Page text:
The handmade, labor-of-love trend isnât just for artisanal pickles and custom-sewn shirts from Etsy. A cadre of small companies are hand-building cameras to buyersâ specs, crafting lenses youâd never see from an assembly line, building gorgeous wooden shutter release buttons, and more. Here are a few little brands making amazing thingsÂâand the story of what it takes to create them.Â
Have you ever wished for photographic equipment youâve never seen in a store, or longed to give your out-of-the-factory camera a personal touch? Or just wanted to make a picture but you couldnât find the gear to do it? These dedicated photographers did. Each of their stories is different but, inevitably, a certain sparkâpersonal or practicalâstarted these artisans on the path to creating their own products and bringing them to market on a small scale.
For Andrew Bellamy, who restores vintage rangefinder cameras (ilottvintage.com), it all began with a Minolta Hi-Matic 7 that he found sitting in pieces after his fatherâs death. Bellamyâs father was a camera technician in the 1960s and had been refurbishing cameras after he retired. Using his fatherâs tools, Bellamy restored the camera, successfully shot a roll of film with it, and, he says, âgot the bug from there.â
Initially, Bellamy launched the Ilott Vintage website with images and information about restored cameras âto encourage the use of film and to [champion] the quality of this generation of cameras,â but he was âinundated with requests to buyâ the cameras. In 2012, he made them available for purchase online. For a unique and gorgeous modern touch, he replaces the worn leather fronts and backs ?with real wood veneers, turning them into cameras unlike any you have ever seen.
Keith Canham (canhamcameras.com) fell in love with large-format photography after shooting with a 4×5 camera while at university; by 1983, he had built his own 4×5 camera. Six years later, he launched his company at the advice of Jack Deardorff (the last Deardorff family member to own L.F. Deardorff and Sons). He now designs and builds large-format cameras for other photographers, in incredible sizes such as 12×20 and 14×17.
But Canham is not the only one building cameras from scratch. About three years ago, shortly before he decided to pursue photography full-time, James Guerin built his first panoramic pinhole camera simply because he wanted to shoot images in that format. Around the same time, he was intrigued by a slit-scan photograph on Flickr, so he designed and built a slit-scan camera as well. Now he builds and sells both types of cameras (aupremierplan.fr).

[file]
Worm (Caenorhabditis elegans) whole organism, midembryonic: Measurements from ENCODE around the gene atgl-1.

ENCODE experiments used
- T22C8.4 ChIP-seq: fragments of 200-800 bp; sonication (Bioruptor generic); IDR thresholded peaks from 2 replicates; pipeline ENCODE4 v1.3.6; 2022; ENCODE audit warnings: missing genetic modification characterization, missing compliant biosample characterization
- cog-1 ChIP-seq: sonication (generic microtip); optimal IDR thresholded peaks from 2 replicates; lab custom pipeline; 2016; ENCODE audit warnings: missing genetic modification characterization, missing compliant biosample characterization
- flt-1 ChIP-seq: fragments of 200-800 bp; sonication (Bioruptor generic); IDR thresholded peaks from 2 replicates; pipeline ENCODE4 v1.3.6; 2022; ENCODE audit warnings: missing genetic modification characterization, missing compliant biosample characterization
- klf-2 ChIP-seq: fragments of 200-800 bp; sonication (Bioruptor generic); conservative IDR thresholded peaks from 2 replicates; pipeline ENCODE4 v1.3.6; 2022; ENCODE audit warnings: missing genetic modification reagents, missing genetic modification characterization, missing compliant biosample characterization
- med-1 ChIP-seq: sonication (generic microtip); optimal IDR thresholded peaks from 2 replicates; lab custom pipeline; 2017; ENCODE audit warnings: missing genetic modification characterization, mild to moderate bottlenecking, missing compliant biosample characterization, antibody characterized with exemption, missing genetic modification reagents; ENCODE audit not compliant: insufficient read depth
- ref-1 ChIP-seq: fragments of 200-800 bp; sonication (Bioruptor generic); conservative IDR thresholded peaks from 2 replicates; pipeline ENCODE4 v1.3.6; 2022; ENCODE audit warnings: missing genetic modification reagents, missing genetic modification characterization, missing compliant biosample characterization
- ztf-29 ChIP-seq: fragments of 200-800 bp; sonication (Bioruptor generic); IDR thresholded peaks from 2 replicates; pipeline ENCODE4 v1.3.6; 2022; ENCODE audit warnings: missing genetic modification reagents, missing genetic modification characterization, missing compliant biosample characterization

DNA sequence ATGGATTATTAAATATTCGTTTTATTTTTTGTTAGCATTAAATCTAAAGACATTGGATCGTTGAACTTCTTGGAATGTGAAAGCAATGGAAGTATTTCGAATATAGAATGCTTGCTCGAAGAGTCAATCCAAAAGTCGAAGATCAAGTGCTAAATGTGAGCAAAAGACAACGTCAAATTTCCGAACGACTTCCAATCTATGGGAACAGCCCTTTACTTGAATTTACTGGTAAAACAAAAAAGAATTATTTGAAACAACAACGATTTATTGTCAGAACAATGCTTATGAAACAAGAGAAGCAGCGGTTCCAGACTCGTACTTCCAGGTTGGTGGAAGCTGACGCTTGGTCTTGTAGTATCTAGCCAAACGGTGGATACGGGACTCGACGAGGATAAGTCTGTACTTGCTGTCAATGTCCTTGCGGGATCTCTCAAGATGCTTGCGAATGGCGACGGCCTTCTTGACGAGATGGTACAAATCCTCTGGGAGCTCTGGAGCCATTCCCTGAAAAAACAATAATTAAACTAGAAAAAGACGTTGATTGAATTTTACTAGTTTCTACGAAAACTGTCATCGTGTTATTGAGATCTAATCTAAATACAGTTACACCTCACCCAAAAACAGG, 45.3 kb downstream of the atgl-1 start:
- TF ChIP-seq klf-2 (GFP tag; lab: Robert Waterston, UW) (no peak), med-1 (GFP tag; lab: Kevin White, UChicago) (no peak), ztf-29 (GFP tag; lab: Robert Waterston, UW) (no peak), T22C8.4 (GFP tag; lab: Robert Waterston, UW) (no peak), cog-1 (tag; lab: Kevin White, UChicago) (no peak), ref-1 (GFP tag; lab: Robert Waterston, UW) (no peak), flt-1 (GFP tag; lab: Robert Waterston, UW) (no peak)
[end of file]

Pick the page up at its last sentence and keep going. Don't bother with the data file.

Other photographic gear has gone custom, too. For bodyboarder Sean LaBrie (splwaterhousings.com), a financial incentive was the mother of invention. He made his first underwater housing in 1995 when someone told him he could earn money shooting and selling surfing imagery. After posting a housing he had made for himself on Craigslist, LaBrie got his first customer: renowned surf photographer Dave Nelson, who has been buying housings from LaBrie ever since. In 2001 this evolved into a part-time business crafting housings for some of the industryâs top surf photographers and quickly developed into a full-time venture a year later.
Some of these custom photo products are available to all, but others are more difficult to come by. According to Bellamy Hunt (www.japancamerahunter.com), MS Opticalâknown for hand-built lenses and lens conversionsâstarted as âmore of a hobbyâ for its creator Miyazaki Sadayasu, âafter retiring from his previous job designing telescopes for a famous Japanese toymakerâ in 2006.
Miyazaki-sanâs lenses are sought after by photographers and collectors alike. If you want one, youâll need to move quicklyâthe lenses are produced in limited numbers and often sell out at record speed. Lenses can be ordered from Japan Camera Hunter, where Hunt also supplies his customers with classic cameras and other productsâincluding specially designed soft shutter releases.
Photo: Courtesy of Ilott Vintage
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